Basketball and Ankle Sprains


sprained ankleSprained ankles are the most common injury in a variety of different sports including football, volleyball and tennis. It occurs more often in basketball than in any of these other sports. In a study conducted by Drakos et al (2010) identifying the different injuries sustained in the National Basketball Association (NBA) over a 17-year period, ankle injuries were found to be the most common in occurrence and one of the top reasons athletes had to sit out of games.

Ankle sprains involve the stretching or tearing of at least one of the ligaments around the ankle. In basketball this often happens when the player rolls over the outside of his or her ankle causing what is typically referred to as a lateral ankle sprain. The lateral ankle sprain accounted for a total of 13.2% of all injuries in the research conducted by Drakos et al (2010).

Ankle sprains are diagnosed and split by the degree of severity; from a stable ankle with a stretched ligament (grade 1), a slightly unstable ankle with a partially torn ligament (grade 2), to a thoroughly unstable one with a completely torn ligament (Grade 3). Symptoms range from mild to extreme pain, limited movement to extreme instability and difficulty in walking, swelling and bruising.

Depending on the severity of the sprain treatment differs. Usually standard initial treatment includes rest, ice packs, pain killers and swelling reducing drugs, elastic wrap to limit swelling in the initial stages and an ankle brace to offer the ankle some extra support. As the ankle begins to heal, part of the treatment process includes specific ankle targeted exercises, and general exercises to gradually bring back full range of motion and ankle strength so the injured basket-baller can resume match play.

To give a specific recent example, Matt Barnes, basketball player for the Golden State Warriors, sprained his right ankle in the first half of a game against the Pelicans on the 8th of April. Since then he has not been used on the court, but he has been able to join in some of the team’s practice on the 24th of April, giving him a solid 2 weeks of rest for his sprained ankle. He will gradually be eased back into routine training to assure his ankle has fully healed and the surrounding muscles and ligaments have a chance to properly mend.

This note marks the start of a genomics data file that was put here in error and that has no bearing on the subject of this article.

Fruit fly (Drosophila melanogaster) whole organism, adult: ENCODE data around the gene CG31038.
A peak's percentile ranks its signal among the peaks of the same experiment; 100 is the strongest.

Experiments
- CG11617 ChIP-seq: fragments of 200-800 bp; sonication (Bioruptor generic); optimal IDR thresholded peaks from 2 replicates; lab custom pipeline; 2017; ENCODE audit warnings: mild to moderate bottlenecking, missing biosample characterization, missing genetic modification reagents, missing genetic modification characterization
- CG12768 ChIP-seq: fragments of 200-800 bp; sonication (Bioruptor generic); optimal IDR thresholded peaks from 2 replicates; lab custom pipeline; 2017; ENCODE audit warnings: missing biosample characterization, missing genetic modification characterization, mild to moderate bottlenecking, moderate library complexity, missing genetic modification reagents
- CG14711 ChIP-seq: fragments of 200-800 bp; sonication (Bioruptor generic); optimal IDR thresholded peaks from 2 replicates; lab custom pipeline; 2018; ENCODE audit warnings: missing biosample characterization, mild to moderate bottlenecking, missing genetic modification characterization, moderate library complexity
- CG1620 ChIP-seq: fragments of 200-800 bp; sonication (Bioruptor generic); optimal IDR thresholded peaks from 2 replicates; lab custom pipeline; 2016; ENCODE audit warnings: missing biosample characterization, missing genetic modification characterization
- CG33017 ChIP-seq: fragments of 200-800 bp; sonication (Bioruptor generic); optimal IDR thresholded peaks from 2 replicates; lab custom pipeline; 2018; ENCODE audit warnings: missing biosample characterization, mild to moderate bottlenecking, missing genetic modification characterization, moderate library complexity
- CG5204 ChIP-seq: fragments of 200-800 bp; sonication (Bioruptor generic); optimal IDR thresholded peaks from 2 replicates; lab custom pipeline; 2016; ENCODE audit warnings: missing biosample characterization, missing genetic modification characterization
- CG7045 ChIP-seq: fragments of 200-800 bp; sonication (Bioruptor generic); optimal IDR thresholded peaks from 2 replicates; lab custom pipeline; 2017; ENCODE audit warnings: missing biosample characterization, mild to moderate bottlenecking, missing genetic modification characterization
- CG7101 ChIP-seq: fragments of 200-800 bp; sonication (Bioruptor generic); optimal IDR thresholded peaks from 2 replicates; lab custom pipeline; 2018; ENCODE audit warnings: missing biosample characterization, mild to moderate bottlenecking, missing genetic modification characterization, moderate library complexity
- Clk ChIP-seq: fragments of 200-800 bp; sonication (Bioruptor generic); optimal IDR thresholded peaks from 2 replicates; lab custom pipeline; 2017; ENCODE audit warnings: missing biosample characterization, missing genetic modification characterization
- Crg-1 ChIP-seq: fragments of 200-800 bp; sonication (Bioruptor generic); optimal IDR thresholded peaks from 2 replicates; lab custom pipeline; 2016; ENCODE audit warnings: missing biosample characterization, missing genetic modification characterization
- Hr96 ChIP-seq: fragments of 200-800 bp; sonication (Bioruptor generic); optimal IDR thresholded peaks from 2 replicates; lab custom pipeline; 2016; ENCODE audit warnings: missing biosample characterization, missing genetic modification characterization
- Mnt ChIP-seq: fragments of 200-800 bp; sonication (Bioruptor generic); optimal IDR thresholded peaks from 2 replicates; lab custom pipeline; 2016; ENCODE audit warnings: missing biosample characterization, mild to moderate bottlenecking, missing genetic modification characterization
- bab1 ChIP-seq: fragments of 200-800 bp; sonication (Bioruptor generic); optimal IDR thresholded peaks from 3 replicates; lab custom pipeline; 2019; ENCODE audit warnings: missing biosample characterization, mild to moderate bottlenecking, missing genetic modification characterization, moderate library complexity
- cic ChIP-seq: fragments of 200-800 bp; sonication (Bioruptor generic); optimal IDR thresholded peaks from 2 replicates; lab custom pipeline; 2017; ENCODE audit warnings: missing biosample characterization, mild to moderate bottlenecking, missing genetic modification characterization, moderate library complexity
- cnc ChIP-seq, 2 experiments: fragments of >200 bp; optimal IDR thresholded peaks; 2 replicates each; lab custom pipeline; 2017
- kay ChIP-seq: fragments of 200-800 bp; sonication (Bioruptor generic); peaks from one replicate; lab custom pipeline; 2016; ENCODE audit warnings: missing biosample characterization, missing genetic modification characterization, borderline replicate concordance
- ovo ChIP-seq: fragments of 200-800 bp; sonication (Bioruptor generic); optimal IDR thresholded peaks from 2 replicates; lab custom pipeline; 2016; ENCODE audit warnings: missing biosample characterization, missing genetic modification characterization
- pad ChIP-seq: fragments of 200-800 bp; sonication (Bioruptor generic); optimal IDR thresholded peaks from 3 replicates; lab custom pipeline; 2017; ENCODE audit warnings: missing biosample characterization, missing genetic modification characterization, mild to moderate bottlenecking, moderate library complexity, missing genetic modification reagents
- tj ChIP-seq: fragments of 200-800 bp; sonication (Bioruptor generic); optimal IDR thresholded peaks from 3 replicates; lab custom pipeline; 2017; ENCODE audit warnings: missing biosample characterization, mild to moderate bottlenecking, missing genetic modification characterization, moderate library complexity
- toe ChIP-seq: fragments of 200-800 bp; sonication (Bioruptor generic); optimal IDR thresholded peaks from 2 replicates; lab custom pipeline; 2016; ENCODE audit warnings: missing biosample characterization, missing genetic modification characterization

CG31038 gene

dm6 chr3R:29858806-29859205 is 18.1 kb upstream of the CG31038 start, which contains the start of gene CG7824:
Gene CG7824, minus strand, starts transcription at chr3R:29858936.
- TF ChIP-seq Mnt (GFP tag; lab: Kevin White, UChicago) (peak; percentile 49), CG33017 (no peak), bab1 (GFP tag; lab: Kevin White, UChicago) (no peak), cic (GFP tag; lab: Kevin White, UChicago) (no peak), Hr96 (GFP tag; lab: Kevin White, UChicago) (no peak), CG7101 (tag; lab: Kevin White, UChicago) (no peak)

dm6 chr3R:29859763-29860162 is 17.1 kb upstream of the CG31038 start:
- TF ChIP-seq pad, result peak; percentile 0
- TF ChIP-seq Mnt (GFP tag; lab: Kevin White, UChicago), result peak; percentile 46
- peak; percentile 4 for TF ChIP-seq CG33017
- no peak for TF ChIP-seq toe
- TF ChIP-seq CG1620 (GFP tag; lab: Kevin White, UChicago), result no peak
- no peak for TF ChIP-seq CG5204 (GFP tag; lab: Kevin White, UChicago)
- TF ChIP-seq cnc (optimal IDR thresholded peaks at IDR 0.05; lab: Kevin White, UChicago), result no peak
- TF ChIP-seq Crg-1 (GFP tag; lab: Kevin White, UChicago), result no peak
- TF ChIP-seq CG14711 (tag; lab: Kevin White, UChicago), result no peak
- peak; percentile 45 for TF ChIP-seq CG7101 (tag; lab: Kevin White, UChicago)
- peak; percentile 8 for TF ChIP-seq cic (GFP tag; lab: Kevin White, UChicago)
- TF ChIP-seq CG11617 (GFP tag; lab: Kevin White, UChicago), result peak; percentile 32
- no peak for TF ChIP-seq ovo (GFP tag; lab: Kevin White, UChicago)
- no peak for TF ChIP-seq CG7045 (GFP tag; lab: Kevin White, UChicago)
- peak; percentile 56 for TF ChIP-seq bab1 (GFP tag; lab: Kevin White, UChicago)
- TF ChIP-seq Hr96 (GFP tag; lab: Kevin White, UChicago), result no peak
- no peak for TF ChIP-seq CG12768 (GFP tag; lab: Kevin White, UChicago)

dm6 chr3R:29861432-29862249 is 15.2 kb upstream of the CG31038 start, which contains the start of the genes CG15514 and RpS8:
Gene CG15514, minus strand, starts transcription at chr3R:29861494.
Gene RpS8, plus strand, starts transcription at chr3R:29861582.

How to Prevent it?

A possible preventative tool to avoid getting a sprained ankle as easily is the use of ankle support devices (ASD). The use of ASDs was analysed amongst recreational, high-school, and university basketball players in research done by Cusimano et al (2013). The study found that players who had previously suffered from ankle injuries, and whose coaches enforced an ASD policy were more likely to wear ASDs than those who did not. This research concluded that basketball players at this level need to be educated on the severity of ankle injuries, and the benefits of the ASDs as it goes a long way to protect the ankle from sprain injuries. Reading articles such as this one, or looking at case studies of basket-ballers who have had to miss out on whole seasons in order to give their ankle rest would go a long way in that regard.


Basketball is a fast moving game which includes a lot of sudden direction changes. As such sprained ankles are a common occurrence in competitive as well as non-competitive circles. Considering this, more research should go into possible preventative methods and ankle stabilising equipment, as well as the educating of regular non-professional basketball players who are part of a team on the benefits of these devices as part of their game.


Cusimano, M., Faress, A., Luong, W., Amin, K., Eid, J., Abdelshaheed, T. and Russell, K. (2013). Factors Affecting Ankle Support Device Usage in Young Basketball Players. Journal of Clinical Medicine, 2(2), pp.22-31.

Drakos, M., Domb, B., Starkey, C., Callahan, L. and Allen, A. (2010). Injury in the National Basketball Association: A 17-Year Overview. Sports Health: A Multidisciplinary Approach.

Core Performance. (2017). How to Heal an Ankle Sprain. [online] Available at: [Accessed 29 Apr. 2020]. (2017). Matt Barnes – Golden State Warriors – 2024 Player Profile – [online] Available at: [Accessed 29 Apr. 2020].

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